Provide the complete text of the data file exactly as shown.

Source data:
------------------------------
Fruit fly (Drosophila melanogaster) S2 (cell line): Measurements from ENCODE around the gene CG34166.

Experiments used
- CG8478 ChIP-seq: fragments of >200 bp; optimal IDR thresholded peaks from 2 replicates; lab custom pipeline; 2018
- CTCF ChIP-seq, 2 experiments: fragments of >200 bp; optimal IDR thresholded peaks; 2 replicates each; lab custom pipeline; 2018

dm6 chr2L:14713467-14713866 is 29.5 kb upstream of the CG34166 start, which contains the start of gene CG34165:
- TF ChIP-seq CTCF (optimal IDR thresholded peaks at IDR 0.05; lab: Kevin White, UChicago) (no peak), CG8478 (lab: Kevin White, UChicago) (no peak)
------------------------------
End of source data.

Fruit fly (Drosophila melanogaster) S2 (cell line): Measurements from ENCODE around the gene CG34166.

Experiments used
- CG8478 ChIP-seq: fragments of >200 bp; optimal IDR thresholded peaks from 2 replicates; lab custom pipeline; 2018
- CTCF ChIP-seq, 2 experiments: fragments of >200 bp; optimal IDR thresholded peaks; 2 replicates each; lab custom pipeline; 2018

dm6 chr2L:14713467-14713866 is 29.5 kb upstream of the CG34166 start, which contains the start of gene CG34165:
- TF ChIP-seq CTCF (optimal IDR thresholded peaks at IDR 0.05; lab: Kevin White, UChicago) (no peak), CG8478 (lab: Kevin White, UChicago) (no peak)